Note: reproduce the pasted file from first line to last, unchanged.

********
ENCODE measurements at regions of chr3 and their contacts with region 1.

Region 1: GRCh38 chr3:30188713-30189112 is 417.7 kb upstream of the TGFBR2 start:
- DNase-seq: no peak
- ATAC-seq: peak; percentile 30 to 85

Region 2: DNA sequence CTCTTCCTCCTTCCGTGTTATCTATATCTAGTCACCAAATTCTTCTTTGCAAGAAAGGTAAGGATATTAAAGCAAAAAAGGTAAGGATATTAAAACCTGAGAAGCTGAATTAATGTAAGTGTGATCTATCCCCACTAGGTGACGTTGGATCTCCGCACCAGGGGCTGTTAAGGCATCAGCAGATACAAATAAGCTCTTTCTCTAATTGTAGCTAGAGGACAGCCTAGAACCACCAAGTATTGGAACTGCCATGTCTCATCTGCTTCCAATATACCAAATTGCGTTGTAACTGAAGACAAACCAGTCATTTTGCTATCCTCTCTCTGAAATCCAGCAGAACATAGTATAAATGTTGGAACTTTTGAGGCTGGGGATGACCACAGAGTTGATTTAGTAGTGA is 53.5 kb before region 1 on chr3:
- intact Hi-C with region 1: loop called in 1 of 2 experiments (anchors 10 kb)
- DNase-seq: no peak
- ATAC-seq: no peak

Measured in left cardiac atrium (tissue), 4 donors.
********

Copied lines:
ENCODE measurements at regions of chr3 and their contacts with region 1.

Region 1: GRCh38 chr3:30188713-30189112 is 417.7 kb upstream of the TGFBR2 start:
- DNase-seq: no peak
- ATAC-seq: peak; percentile 30 to 85

Region 2: DNA sequence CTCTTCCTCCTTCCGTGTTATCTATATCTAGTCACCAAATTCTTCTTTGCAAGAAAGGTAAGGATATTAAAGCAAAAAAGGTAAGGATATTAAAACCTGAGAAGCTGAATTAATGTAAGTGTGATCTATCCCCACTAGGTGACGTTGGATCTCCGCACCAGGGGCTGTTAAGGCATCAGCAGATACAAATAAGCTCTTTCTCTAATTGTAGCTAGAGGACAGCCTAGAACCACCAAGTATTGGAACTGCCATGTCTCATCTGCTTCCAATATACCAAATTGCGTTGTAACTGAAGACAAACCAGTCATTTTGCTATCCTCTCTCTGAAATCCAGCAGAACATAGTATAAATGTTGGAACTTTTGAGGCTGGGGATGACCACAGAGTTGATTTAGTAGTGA is 53.5 kb before region 1 on chr3:
- intact Hi-C with region 1: loop called in 1 of 2 experiments (anchors 10 kb)
- DNase-seq: no peak
- ATAC-seq: no peak

Measured in left cardiac atrium (tissue), 4 donors.